Would-be investors will also be restricted in the location of their project, says David Smith, senior partner at estate agent Dreweatt Neate. "We have 13 branches in the area from Somerset to Berkshire and these regions do not have the kind of housing stock that has been empty even for two years."

Areas with large numbers of empty homes include the north-west of England and, surprisingly, given the high prices for bricks and mortar, London.

But any incentive that encourages a private individual or company to invest in derelict homes is a good thing, stresses Mr Smith. "A VAT reduction from 17.5 to 5 per cent is a real bonus as it's basically adding a 12.5 per cent profit to an investor's bottom line.

"For example, on a capital project of 250,000, a saving of 31,250 can be pocketed."

If you can find the right property and location, and can fund the renovation, further upcoming tax changes may provide an additional boost. From next April, for example, it is proposed capital gains tax will be charged at a flat rate of 18 per cent, down from a top level of 40 per cent.

In addition, following the Chancellor's decision to double the inheritance tax threshold from 300,000 to 600,000 for married couples or those in a civil partnerships, your family will have more to gain from a second home as well.

Six to view in Northern cities

274,950

Prestwich, Manchester

Three-bed listed terrace close to parkland; patio to rear, and garage

325,000

Woolton, Liverpool

Three-bed barn conversion in conservation area; rear courtyard and room for two cars

339,000

Spinkhill, Sheffield

Four-bed detached cottage; lots of original features and spacious garden and courtyard

375,000

Oakwood, Leeds

Four-bed detached house; large sitting and dining rooms, conservatory, garage, gardens

480,000

Fenham, Newcastle

Three-bed detached house with lounge, dining room and study; landscaped gardens

549,500

Dringhouses, York

Five-bed modern detached house; double garage, front and rear gardens

Life and Style
Fans line up at the AVNs, straining to capture a photo of their favourite star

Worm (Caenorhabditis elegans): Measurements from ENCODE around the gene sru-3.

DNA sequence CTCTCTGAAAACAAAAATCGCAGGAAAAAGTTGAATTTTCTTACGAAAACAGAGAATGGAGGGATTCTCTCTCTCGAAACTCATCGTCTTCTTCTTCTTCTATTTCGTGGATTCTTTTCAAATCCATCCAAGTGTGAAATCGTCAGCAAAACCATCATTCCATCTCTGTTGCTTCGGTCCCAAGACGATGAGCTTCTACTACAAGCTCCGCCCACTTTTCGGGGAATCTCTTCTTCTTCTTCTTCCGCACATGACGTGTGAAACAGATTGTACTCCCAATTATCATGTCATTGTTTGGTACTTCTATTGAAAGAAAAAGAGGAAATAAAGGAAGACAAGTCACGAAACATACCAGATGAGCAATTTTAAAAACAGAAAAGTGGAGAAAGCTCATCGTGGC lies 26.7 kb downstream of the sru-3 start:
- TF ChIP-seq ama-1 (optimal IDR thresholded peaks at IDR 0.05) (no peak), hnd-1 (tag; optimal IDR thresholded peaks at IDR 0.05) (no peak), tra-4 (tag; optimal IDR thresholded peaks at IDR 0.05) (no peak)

life Tim Walker asks how much longer it can flesh out an existence
Life and Style
Every minute of every day, Twitter is awash with anger as we seek to let these organisations know precisely what we think of them
techWhen it comes to vitriol, no one on attracts our ire more than big businesses offering bad service
News
Professor David Nutt wants to change the way gravely ill patients are treated in Britain
people Why does a former Government tsar believe that mind-altering drugs have a place on prescription?
News
Norway’s ‘The Nordland Line – Minute by Minute, Season by Season’ continues the trend of slow TV
television
Arts and Entertainment
art
Sport
Jonny Evans has pleaded not guilty to an FA charge for spitting at Papiss Cisse
football
Life and Style
Kate Moss will make a cameo appearance in David Walliams' The Boy in the Dress
fashion
News
The image released by the Salvation Army, using 'The Dress'
news
Sport
Liverpool defender Kolo Toure
football Defender could make history in the FA Cup, but African Cup of Nations win means he's already content
Finacial products from our partners
Property search
Latest stories from i100
Have you tried new the Independent Digital Edition apps?
Independent Dating
and  

By clicking 'Search' you
are agreeing to our
Terms of Use.

ES Rentals

    iJobs Job Widget
    iJobs Money & Business

    Recruitment Genius: Customer Relations Officer

    £13000 per annum: Recruitment Genius: This is an exciting opportunity to join ...

    Ashdown Group: Junior Application Support Analyst - Fluent German Speaker

    £25000 - £30000 per annum + benefits: Ashdown Group: A global leader operating...

    Jemma Gent: Project Coordinator